Vancouver, BC - San Juan Island, WA: 132 miles
June 30, 2012
I followed 99 south leaving the rain in Vancouver behind me. It wasnít long before I made it to the tail end of parked cars waiting to cross the border into Washington. The sun came out and I began to feel warm. That was a first.
Even the bike began to sputter with no wind keeping it cool. Although I felt I hadnít been sitting there long enough for it to overheat already. It had only been a few minutes and it sounded like it was going to stall. I kept the throttle slightly open to keep her running.
When I got to the booth I showed my passport and was only there for a minute before getting waved through. Itís funny how every time I crossed into Canada, I had to remove my helmet and answer a billion questions. But every time I crossed back into the U.S., I only had to show my passport and that was it. I wonder what itís like for Canadianís vice versa.
As much as I loved Canada, there was something comforting about crossing the U.S. border. The main reassuring thing was I probably wouldnít need the Roto-Pax anymore. After getting on I-5, gas stations would be too frequent to be a concern anymore, and fuel would be cheaper.
Also, my droid would be more reliable for directions, and there would be no more international roaming charges on my phone. That shit got expensive. I think I had a $400 bill for the two weeks I was in Vancouver.
I settled into the pace of I-5 and it wasnít five minutes before I started to feel the bike losing power. I opened the throttle more but it choked and coughed, slowing down. I felt as if it was running out of gas although I knew it had plenty. I pulled over quickly to the right lane as it chugged and lurched and cars flew by.
I got to the shoulder and it spit a few times before finally stalling. I double checked the gas and tried to restart. The engine would turn but it just wouldnít fire. I was officially broken down on the side of the highway.
I tried not to panic and called Bee, praying heíd pick up. He answered right away, always my savior, eager to hear how I was, where I was, assuming something was wrong since I was calling.
After explaining what happened he told me to turn the petcock to prime and try again. The engine rolled over several times and fired up. Sigh of relief. He said to turn the switch back to on and see what happens down the road.
I got back on the highway, this time cautiously sticking to the right lane. In just a couple minutes I lost power again with no fuel reaching the bike. I pulled over defeated and called Bee again.
He explained to me how the prime bypasses a hose from the petcock to the carburetors and if it wouldnít run with the petcock on, something was wrong with the hose. He said to keep the petcock on prime and ride it like that until I could get off the road and check the hose when the bike was cool.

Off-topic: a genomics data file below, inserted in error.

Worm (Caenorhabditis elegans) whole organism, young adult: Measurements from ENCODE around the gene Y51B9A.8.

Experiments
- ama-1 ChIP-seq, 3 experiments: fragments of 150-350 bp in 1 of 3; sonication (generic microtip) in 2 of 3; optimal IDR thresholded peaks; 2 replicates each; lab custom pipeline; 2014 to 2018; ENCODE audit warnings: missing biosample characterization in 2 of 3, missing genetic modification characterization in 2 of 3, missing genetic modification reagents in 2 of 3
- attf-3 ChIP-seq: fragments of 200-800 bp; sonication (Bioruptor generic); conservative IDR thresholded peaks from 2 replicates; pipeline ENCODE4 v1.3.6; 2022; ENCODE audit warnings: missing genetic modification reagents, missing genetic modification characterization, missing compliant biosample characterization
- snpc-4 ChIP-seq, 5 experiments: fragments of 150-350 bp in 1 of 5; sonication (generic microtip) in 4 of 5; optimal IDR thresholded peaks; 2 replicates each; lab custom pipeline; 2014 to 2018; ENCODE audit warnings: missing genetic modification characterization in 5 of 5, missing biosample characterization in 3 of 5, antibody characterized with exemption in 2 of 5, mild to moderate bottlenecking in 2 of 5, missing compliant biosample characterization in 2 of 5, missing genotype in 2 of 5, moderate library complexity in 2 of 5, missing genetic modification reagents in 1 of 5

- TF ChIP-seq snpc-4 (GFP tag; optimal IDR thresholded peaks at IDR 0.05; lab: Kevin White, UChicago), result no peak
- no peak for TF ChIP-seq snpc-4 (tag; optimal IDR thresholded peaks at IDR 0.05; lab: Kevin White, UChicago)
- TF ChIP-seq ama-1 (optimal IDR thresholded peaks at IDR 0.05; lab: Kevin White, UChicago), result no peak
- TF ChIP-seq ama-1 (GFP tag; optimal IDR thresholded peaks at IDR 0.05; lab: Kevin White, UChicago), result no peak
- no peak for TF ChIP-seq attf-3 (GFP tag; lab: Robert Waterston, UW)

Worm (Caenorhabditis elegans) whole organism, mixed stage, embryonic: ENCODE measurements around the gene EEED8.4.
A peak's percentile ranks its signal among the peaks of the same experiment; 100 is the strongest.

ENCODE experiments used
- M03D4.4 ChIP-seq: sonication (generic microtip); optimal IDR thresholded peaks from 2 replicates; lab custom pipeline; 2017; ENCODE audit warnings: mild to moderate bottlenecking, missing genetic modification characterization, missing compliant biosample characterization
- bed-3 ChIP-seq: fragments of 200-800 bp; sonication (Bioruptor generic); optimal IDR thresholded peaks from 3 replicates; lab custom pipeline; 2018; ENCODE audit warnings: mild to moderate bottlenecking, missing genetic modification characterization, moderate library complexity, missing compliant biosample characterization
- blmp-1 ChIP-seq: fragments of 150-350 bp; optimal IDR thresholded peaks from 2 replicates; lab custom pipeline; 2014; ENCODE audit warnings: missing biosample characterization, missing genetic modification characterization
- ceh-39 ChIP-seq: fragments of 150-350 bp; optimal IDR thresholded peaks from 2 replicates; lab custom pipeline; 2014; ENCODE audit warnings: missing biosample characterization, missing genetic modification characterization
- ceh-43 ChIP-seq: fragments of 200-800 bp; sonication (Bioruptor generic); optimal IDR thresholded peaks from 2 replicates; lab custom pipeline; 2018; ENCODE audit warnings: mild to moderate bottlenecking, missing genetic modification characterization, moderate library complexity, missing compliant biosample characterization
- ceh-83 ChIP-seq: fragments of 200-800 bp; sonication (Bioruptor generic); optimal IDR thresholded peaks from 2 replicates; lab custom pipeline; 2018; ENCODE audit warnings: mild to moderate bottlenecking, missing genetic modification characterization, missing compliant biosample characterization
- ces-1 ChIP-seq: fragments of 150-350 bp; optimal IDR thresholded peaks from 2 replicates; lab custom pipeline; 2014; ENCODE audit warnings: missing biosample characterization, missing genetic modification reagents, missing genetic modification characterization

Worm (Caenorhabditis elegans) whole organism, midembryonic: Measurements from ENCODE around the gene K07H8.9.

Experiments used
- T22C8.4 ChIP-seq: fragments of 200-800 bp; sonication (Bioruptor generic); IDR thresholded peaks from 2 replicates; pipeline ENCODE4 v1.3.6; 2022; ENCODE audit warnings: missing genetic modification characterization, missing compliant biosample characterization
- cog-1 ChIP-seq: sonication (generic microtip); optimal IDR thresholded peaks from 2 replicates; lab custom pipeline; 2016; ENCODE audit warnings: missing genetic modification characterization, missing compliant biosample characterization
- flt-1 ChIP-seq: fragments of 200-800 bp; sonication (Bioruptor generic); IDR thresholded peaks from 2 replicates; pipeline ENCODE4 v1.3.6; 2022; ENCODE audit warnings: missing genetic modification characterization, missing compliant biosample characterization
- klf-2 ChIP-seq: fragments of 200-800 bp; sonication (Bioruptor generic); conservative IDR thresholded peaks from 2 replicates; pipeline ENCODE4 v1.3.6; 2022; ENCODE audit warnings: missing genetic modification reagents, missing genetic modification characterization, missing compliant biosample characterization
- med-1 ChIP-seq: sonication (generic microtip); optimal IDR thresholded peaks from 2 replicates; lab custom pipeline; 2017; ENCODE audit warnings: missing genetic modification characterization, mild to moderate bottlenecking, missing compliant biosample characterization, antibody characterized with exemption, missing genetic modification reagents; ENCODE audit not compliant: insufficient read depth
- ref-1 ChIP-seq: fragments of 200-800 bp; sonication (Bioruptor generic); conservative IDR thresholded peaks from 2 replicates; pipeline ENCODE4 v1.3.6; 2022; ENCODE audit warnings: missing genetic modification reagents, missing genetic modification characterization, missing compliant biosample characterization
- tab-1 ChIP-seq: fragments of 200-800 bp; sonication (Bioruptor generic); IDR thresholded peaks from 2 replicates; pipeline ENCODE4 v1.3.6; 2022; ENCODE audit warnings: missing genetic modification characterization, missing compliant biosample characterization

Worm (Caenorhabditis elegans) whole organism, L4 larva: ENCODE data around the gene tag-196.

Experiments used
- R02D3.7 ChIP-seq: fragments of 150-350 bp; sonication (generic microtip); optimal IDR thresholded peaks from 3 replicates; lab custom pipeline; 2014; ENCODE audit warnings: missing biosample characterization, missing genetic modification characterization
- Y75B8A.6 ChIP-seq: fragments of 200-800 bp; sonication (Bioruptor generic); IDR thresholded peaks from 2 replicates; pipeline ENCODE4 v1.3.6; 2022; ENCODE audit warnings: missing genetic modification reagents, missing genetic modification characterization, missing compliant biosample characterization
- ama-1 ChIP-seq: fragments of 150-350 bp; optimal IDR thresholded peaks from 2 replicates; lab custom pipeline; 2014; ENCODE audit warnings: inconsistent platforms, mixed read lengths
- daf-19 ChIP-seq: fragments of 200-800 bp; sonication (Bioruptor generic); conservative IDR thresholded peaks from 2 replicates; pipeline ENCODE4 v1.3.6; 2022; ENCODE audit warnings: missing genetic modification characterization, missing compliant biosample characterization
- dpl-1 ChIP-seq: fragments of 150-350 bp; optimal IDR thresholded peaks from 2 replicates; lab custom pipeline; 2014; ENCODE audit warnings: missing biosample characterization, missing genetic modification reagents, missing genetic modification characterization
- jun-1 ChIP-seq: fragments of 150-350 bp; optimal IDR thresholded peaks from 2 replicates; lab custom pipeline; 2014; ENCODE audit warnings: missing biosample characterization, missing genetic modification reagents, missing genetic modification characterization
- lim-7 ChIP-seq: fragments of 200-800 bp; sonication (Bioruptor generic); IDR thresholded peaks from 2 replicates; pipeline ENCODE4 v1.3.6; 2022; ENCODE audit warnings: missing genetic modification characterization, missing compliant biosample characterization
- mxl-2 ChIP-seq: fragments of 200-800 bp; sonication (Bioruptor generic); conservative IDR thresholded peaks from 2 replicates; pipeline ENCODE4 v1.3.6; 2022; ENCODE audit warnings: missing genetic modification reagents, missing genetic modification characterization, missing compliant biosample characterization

I returned to the highway, this time smooth sailing. I felt so lucky to have such a reliable friend.
The next time I stopped for gas I decided to investigate a little further. I pulled the face off the petcock and sure enough I could immediately see the hose connected to the second carburetor was split at the end. It looked like a simple fix to me. There was plenty hose left. All I would have to do is trim the end off and stick it back on the carburetor.
I called Bee to let him know. I was happy to see it would be an easy fix I could do myself. I still had 100 miles however to get to San Juan island, but Bee reassured me it would be fine to ride the bike that far on prime. It was better to get where I was going and fix it once it sat for the night.
So I stuck to the plan and headed for Anacortes. It was a little after 6:00 when I got to the ferry terminal. The next ferry departing for San Juan wasnít until 8:20. So I purchased my ticket and rode downtown to scout around for a place to grab some grub.
I found a cute pizza joint in the center of town, Village Pizza, and settled for a pepperoni, pineapple, jalapeno calzone and a refreshing local beer on tap from Anacortes Brewery. Unfortunately I canít remember the name of the beer I had but it and the calzone were both stellar.
While eating dinner I checked the Droid for hostels and camping on San Juan. I found Wayfarerís Rest hostel located close to the ferry terminal in Friday Harbor and called for a reservation knowing it would be late and dark by the time I got there. I didnít feel like pitching a tent or traveling far once I arrived.
The ferry ride was quick and easy. It was just thirty minutes or so and I enjoyed a beautiful sunset and rainbow on the way. I met a couple other riders on board that I chatted with for a bit and got some suggestions on roads to ride. There arenít very many on the island, but they did mention if I had time, to go to Orcas Island. It was more mountainous and entertaining for a motorcyclist they said. Maybe I can do that on my way back.
The hostel was a cute large house, a little pricey at $35/night but very clean and beautifully landscaped. I shared a room with three other girls from all over the world; France, China, and Argentina. It was nice having some company for the evening and I got some more tips on things to do on the island.
There was no WiFi, but I grabbed a map of the island on the ferry and studied it overnight. I wanted to ride to the west coast tomorrow and camp at the place Billy told me about in San Juan Park where I would be certain to see orcas.
But first, I would have some minor bike repairs to do. Until then, good night.